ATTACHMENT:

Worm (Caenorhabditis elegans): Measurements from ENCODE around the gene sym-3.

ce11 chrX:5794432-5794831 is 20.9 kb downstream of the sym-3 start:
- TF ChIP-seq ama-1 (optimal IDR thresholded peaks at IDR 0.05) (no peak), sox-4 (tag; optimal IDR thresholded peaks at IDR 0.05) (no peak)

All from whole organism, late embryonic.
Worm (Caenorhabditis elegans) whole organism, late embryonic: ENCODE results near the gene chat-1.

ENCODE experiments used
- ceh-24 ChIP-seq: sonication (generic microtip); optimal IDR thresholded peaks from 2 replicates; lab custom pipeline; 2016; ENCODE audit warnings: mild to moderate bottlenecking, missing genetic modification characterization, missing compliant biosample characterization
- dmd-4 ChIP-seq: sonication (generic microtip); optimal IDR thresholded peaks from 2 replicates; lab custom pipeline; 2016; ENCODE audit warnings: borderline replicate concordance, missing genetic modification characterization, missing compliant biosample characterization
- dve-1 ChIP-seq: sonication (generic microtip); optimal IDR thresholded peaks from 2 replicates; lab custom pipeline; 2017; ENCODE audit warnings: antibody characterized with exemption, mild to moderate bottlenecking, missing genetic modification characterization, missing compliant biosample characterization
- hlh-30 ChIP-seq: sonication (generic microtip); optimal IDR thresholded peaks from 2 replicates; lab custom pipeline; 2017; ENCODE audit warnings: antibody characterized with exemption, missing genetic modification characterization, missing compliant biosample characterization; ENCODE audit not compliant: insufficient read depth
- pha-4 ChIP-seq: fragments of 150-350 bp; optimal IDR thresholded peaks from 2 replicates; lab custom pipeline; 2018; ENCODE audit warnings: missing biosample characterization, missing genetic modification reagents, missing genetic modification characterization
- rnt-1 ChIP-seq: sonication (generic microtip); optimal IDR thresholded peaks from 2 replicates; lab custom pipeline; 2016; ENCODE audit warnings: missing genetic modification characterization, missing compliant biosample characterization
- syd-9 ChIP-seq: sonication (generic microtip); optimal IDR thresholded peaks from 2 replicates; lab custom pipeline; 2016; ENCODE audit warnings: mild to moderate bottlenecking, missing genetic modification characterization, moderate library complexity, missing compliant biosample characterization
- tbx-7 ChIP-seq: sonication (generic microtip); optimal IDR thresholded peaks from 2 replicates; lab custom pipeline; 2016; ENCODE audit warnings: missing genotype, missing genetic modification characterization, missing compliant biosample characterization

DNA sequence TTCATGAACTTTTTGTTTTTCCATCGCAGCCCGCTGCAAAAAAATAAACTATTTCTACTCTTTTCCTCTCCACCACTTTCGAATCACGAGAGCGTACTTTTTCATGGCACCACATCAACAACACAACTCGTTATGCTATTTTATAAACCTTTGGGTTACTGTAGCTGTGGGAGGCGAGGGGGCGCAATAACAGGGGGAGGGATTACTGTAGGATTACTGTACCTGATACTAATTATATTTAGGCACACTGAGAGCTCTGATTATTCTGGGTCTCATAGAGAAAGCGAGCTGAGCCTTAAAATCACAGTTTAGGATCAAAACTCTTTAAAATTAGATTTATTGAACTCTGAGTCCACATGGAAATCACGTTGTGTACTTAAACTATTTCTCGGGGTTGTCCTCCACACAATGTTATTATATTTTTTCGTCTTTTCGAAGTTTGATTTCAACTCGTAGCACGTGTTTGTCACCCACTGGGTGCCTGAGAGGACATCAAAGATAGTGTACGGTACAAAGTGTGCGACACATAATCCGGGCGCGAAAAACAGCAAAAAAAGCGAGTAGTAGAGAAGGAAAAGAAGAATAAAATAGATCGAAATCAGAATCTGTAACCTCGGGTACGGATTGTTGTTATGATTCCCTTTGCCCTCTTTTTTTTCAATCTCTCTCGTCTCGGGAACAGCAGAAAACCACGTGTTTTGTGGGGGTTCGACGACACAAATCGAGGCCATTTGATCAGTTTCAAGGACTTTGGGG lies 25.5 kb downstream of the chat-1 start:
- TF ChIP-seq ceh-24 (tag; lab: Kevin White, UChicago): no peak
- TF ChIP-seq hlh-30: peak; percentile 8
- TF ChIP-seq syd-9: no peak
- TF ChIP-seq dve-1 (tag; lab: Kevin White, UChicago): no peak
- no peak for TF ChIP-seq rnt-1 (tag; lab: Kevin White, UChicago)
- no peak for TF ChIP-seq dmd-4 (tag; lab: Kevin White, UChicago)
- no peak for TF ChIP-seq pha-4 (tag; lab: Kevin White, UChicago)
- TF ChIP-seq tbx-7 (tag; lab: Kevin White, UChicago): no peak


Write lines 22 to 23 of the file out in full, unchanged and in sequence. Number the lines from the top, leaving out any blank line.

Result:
- no peak for TF ChIP-seq pha-4 (tag; lab: Kevin White, UChicago)
- TF ChIP-seq tbx-7 (tag; lab: Kevin White, UChicago): no peak